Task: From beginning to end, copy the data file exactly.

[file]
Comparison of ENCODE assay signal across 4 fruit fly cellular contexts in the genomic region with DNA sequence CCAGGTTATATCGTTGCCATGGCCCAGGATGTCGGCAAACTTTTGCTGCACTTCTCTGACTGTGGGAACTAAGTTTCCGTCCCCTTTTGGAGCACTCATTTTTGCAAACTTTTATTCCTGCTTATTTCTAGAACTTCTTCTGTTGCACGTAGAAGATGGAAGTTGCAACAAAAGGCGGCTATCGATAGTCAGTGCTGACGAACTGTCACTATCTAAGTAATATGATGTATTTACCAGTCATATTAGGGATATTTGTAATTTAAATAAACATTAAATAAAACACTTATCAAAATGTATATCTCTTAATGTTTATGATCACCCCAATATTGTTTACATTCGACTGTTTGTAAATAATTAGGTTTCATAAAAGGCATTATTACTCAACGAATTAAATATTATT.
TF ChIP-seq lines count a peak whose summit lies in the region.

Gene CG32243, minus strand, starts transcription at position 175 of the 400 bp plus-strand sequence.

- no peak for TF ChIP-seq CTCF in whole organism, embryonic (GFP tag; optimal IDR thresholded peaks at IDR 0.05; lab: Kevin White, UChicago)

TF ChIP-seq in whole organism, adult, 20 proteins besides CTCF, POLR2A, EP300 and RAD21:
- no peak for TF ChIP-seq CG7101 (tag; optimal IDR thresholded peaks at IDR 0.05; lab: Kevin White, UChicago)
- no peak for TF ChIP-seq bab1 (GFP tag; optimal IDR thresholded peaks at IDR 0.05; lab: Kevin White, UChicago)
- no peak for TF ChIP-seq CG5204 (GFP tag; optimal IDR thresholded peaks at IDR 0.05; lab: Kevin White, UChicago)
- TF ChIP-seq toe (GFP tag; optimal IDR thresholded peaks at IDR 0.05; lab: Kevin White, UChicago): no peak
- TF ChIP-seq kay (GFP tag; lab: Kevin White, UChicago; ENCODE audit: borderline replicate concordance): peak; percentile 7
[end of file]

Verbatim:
Comparison of ENCODE assay signal across 4 fruit fly cellular contexts in the genomic region with DNA sequence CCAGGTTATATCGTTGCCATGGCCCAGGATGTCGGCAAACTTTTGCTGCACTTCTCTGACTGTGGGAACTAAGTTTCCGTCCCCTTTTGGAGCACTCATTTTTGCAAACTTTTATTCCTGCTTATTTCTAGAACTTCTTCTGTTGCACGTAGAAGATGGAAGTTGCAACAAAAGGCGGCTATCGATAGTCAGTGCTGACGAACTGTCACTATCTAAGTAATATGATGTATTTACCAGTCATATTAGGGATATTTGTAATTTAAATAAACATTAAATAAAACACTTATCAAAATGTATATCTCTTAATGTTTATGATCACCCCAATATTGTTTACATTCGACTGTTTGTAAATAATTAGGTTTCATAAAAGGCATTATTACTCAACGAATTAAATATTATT.
TF ChIP-seq lines count a peak whose summit lies in the region.

Gene CG32243, minus strand, starts transcription at position 175 of the 400 bp plus-strand sequence.

- no peak for TF ChIP-seq CTCF in whole organism, embryonic (GFP tag; optimal IDR thresholded peaks at IDR 0.05; lab: Kevin White, UChicago)

TF ChIP-seq in whole organism, adult, 20 proteins besides CTCF, POLR2A, EP300 and RAD21:
- no peak for TF ChIP-seq CG7101 (tag; optimal IDR thresholded peaks at IDR 0.05; lab: Kevin White, UChicago)
- no peak for TF ChIP-seq bab1 (GFP tag; optimal IDR thresholded peaks at IDR 0.05; lab: Kevin White, UChicago)
- no peak for TF ChIP-seq CG5204 (GFP tag; optimal IDR thresholded peaks at IDR 0.05; lab: Kevin White, UChicago)
- TF ChIP-seq toe (GFP tag; optimal IDR thresholded peaks at IDR 0.05; lab: Kevin White, UChicago): no peak
- TF ChIP-seq kay (GFP tag; lab: Kevin White, UChicago; ENCODE audit: borderline replicate concordance): peak; percentile 7